Moreover, the WHO nurse chief scientist in Geneva made a presentation in a last ICM meeting, addressing nurse-midwife as a twin entity, and announced proudly the implementation of a Master in Nursing Sciences in Morocco for both nurses and midwives. The concept is clear; nurse-midwife is merged and should be kept as it is. The problem is that, fundamentally, they are different at least for two reasons: the nurse exists to care any person in a sick situation whether the midwife has been created since centuries by the woman to be with her during the happiest, most precious, physiologic sequence of her life. So, their identities are systematically and totally different. When changing hats is made easy as in the UK, US and Australia and other countries, it is not a problem. But when it is not the case, keeping them merged stifles midwifery identity and entity. The Master degree established in Morocco by the Faculté des Sciences Infirmières of the University of Montreal recorded lots of midwives happy to have a perspective to evolute and get a PhD. However, that means: exit midwifery. And they don’t have another choice.
Now, to convince the decision makers, we need to make a strong advocacy evidence based. One argument may not need evidence as training midwives through an indirect entry education program equals to have a batch after at least 5 years whether training them through a direct entry education program equals for them to have two batches available at the same time: nurses on one side and midwives on another side.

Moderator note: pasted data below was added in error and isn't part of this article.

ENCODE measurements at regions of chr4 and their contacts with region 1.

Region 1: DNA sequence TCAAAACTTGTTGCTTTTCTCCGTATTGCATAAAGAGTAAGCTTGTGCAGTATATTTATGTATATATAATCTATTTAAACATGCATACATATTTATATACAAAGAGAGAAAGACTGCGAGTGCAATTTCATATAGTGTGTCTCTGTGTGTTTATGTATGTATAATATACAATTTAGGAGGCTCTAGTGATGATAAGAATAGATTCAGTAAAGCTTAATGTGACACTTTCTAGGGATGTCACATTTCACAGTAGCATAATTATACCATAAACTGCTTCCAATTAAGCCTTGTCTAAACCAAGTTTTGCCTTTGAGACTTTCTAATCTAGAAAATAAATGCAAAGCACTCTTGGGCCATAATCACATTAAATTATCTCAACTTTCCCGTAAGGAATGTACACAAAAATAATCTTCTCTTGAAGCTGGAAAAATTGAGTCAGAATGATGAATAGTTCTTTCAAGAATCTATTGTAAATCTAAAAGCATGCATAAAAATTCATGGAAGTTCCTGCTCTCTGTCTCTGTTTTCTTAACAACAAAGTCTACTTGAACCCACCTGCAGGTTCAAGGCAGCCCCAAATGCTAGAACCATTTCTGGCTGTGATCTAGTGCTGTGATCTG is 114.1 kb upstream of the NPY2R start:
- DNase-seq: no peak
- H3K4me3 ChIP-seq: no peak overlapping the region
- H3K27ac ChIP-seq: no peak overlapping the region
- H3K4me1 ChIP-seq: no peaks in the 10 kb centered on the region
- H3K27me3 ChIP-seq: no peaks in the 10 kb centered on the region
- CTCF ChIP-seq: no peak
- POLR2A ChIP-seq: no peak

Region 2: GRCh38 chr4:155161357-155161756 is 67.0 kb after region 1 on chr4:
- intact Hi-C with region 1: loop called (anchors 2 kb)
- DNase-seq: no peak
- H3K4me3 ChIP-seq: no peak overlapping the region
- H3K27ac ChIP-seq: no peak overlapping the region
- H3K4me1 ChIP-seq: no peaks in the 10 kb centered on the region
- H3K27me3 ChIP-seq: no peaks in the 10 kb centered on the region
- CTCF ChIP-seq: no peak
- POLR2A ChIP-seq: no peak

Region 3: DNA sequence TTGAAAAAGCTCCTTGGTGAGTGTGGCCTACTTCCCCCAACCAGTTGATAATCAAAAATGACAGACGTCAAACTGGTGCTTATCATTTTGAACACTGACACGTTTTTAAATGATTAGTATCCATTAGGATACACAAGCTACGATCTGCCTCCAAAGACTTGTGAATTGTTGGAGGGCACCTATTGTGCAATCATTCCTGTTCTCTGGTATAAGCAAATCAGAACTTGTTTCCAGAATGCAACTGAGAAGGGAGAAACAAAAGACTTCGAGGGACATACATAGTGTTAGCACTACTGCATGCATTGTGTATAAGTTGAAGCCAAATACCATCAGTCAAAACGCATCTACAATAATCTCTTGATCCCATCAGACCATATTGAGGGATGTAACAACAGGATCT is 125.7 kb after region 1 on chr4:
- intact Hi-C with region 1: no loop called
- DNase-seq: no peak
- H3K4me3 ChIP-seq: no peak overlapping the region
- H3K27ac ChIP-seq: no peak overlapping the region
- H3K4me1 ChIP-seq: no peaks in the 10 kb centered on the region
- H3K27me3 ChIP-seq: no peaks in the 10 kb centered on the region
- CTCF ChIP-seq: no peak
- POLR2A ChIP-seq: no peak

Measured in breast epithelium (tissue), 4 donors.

This brief analysis is certainly not exhaustive and I am sure that the discussions you will have will address others issues at least as relevant. But I would like to conclude that the midwife needs to be emancipated now more than ever in all its aspects (education, regulation, career plan, working conditions…) and then to take its own lead. Education programs should be reviewed and updated according to a paradigmatic approach that articulates the educational paradigm with the sociocultural paradigm, the disciplinary paradigm (Bertrand & Valois, 1992), (Hatem-Asmar, Fraser, Blais, 2002), and the systemic paradigm (Gherissi 2008). Such an approach should allow producing competent midwives whom services should meets women SRH needs, health system priorities and the professional rules and ambitions.
Atf Gherissi, CM, MSc, PhD. Assistant Professor, Education Sciences. High Schoold for Sciences and Health Techniques. Tunis El Manar University. Tunisia
Please feel free to leave comments and join the discussion here about this very serious problem that faces midwifery both at a local and international level.